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Sung-Ju Wu

Ph.D. in Economics, Duke University

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My research statement is here.

Working Papers

Foreign Profit Shifting and The Welfare Responses to The US-China Trade War: Evidence from Manufacturers in Vietnam (Job Market Paper), November 2023
PDF

Abstract

This paper studies the welfare implications of the US-China trade war in Vietnam when foreign-owned manufacturers repatriate their profits. Utilizing an enterprise survey in Vietnam, I provide novel evidence that Vietnam's positive responses in input sourcing, product export, and employment in 2017-2019 are driven mainly by foreign-owned manufacturers, especially Chinese manufacturers. To further understand the welfare gains of the trade war episode, I develop and estimate a quantitative model of trade participation with foreign ownership, where foreign-owned manufacturers do not retain their profits in the host country. A foreign demand shock to Vietnam of a magnitude similar to that of the trade war raises the real expenditure in the model by 5 percent, predominantly from an increase in labor income.


Firm and Labor Adjustments to FDI Liberalization, February 2023

with Ming-Jen Lin and Yi-Ting Wang | PDF | SSRN | Slides

Revise and Resubmit, Journal of International Economics

Abstract

This paper studies how liberalizing outward foreign direct investments (FDI) affects manufacturers' engagement in global production and their domestic workers' labor market outcomes. Focusing on a liberalization policy in 2001 by the government of Taiwan that allowed 122 electronic products to be produced in China, we estimate its effect on Taiwanese electronic manufacturers and their domestic workers. Employing a matched difference-in-differences strategy, we find that the manufacturers targeted by the policy were on average 16% more likely to invest in China relative to the non-targeted ones. Correspondingly, the domestic workers initially employed by the targeted manufacturers were on average more likely to change their jobs, stay employed for fewer years, and have lower wages in subsequent years relative to those employed by the non-targeted ones. The worker-level effects of the policy exhibited substantial heterogeneity across the initial wage distribution, with the top-decile workers benefiting and the other workers losing on average.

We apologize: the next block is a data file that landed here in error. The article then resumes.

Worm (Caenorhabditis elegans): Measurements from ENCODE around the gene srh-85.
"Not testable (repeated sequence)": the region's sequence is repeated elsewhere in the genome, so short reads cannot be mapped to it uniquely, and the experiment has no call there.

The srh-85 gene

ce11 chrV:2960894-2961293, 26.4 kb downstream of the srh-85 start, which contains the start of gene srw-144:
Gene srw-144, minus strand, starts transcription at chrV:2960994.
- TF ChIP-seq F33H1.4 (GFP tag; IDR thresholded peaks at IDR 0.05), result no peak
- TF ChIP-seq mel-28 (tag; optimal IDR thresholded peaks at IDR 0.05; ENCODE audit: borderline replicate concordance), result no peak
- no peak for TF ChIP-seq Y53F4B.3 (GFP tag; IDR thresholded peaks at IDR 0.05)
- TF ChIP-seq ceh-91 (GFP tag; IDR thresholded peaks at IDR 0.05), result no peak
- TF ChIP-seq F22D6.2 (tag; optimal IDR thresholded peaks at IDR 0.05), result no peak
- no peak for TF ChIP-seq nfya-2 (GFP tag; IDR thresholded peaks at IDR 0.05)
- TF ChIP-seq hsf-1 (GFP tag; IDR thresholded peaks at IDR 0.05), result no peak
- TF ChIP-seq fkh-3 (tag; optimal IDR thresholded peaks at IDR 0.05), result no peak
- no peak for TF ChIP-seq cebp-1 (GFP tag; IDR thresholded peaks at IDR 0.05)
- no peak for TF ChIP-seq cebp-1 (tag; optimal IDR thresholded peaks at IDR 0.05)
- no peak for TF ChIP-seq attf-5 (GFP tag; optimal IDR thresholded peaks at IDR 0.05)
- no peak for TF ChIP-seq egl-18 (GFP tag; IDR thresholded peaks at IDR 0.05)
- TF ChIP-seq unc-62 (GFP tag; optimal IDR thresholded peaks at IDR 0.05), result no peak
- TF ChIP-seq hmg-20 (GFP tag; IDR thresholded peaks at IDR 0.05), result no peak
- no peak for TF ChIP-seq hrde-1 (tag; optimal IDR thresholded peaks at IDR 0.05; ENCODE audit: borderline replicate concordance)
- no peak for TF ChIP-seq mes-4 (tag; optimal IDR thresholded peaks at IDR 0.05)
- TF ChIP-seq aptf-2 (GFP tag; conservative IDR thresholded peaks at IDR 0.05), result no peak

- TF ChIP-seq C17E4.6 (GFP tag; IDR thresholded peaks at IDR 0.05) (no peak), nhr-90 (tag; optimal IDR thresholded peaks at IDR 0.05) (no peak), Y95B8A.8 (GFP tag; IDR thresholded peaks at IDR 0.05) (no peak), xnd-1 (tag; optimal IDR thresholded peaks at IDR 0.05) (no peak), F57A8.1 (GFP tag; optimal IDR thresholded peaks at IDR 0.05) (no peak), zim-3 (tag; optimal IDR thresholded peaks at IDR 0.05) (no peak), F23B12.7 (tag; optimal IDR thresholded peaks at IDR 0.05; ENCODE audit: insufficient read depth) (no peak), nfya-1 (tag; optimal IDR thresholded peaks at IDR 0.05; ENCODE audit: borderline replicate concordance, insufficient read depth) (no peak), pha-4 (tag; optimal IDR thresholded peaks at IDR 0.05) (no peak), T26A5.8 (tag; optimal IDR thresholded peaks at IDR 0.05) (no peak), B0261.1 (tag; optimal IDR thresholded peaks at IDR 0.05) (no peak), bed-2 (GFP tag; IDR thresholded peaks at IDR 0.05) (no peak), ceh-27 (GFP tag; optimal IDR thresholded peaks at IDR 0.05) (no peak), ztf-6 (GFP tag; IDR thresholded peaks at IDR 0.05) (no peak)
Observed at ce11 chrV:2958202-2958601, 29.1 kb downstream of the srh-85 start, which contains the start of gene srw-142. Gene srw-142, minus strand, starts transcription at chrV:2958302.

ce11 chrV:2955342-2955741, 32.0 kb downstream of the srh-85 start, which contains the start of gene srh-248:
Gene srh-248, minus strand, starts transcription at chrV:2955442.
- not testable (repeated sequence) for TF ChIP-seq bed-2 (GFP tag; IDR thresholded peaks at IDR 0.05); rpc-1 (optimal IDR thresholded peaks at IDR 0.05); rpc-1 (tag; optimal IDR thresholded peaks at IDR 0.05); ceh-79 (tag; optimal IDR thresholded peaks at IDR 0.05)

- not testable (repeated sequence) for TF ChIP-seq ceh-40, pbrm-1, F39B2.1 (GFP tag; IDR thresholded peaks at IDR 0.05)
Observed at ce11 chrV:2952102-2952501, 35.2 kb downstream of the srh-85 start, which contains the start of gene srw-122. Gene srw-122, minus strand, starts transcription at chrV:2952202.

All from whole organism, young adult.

Work in Progress

Exports in Disguise: Trade Re-Routing during the US-China Trade War
with Ebehi Iyoha, Edmund Malesky, Jaya Wen, and Bo Feng

The Dynamics of Global Production
Slides available upon request

Regional Effect of FDI Composition Change in Vietnam
Slides available upon request